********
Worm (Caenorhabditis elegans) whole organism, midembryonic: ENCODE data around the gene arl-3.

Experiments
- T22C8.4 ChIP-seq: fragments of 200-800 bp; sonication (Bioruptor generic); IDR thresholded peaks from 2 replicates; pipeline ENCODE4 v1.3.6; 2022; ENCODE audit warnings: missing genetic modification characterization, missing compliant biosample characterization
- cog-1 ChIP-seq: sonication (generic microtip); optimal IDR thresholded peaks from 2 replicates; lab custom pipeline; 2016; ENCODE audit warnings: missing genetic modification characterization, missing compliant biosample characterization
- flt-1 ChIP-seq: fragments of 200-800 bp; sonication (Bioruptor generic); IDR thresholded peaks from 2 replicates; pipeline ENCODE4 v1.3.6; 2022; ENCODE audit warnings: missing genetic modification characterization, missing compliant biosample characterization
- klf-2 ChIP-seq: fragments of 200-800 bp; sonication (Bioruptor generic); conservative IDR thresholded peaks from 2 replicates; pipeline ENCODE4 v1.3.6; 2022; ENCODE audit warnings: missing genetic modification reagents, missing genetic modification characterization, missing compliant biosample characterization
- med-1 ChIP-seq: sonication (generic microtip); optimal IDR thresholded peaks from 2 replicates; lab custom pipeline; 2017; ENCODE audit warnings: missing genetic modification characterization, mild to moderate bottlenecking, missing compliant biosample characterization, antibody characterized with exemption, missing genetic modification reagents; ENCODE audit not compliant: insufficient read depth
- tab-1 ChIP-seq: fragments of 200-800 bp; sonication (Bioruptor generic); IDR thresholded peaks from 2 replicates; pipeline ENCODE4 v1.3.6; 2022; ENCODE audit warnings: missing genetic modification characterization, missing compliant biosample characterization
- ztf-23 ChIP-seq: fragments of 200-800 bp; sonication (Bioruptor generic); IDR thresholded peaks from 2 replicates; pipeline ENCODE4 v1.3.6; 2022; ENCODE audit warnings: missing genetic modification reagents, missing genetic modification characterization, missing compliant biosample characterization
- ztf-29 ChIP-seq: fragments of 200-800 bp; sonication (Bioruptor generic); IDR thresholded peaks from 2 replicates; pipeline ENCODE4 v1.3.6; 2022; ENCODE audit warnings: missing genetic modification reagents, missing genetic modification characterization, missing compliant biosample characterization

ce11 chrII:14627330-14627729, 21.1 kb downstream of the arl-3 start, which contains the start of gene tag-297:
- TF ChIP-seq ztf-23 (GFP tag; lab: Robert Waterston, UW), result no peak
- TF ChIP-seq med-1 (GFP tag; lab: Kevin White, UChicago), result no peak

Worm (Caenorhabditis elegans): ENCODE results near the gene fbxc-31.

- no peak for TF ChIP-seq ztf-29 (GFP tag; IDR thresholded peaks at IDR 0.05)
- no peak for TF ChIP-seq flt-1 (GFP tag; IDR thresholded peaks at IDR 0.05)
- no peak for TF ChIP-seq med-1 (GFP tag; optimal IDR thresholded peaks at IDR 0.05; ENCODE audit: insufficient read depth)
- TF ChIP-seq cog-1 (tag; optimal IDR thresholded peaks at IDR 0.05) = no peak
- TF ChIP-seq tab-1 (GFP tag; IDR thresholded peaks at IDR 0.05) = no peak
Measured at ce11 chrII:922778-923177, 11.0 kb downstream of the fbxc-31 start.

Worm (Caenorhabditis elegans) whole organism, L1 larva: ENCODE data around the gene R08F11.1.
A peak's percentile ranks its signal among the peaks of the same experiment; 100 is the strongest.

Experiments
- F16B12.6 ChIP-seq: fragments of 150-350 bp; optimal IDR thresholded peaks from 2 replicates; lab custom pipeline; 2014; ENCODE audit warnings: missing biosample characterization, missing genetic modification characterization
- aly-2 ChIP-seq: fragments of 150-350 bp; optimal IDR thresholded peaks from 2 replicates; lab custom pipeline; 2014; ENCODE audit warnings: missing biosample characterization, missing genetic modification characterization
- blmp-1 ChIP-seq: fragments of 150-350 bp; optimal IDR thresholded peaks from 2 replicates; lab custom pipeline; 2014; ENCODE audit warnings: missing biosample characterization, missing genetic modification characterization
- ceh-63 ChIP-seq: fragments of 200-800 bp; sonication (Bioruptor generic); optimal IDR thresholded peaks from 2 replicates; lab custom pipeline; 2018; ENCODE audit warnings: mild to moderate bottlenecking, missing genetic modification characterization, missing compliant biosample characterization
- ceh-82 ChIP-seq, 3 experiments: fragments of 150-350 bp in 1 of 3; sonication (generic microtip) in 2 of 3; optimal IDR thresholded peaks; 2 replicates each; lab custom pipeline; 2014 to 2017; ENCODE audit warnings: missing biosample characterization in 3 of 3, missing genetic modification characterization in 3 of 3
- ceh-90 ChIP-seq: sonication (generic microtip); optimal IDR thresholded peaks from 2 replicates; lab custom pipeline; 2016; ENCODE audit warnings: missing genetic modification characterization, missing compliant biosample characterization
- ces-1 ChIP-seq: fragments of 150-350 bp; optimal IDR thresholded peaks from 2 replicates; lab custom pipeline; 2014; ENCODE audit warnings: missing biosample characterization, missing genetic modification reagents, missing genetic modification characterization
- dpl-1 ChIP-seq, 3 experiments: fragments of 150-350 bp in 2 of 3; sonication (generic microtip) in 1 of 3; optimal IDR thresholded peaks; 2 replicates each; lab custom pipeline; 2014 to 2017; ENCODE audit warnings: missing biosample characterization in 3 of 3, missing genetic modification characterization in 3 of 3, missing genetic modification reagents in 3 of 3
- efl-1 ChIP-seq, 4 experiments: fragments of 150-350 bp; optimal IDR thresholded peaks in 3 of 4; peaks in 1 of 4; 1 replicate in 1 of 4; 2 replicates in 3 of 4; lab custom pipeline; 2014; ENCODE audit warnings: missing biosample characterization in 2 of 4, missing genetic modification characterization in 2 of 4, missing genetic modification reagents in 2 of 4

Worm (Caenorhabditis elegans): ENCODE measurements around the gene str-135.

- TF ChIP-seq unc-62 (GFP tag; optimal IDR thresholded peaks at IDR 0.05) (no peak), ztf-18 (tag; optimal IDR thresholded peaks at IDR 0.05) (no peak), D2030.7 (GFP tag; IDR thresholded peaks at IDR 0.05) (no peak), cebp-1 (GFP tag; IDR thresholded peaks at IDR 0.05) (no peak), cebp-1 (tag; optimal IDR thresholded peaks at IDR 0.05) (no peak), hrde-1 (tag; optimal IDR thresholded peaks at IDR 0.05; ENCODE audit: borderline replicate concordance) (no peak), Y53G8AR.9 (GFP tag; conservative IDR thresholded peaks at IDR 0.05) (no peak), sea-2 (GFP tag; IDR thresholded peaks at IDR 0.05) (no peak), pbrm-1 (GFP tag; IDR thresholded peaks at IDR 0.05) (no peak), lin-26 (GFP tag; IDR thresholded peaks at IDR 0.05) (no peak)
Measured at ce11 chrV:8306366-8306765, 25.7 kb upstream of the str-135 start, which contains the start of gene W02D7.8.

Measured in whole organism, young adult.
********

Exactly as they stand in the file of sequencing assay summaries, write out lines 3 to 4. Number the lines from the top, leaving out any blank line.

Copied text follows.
- T22C8.4 ChIP-seq: fragments of 200-800 bp; sonication (Bioruptor generic); IDR thresholded peaks from 2 replicates; pipeline ENCODE4 v1.3.6; 2022; ENCODE audit warnings: missing genetic modification characterization, missing compliant biosample characterization
- cog-1 ChIP-seq: sonication (generic microtip); optimal IDR thresholded peaks from 2 replicates; lab custom pipeline; 2016; ENCODE audit warnings: missing genetic modification characterization, missing compliant biosample characterization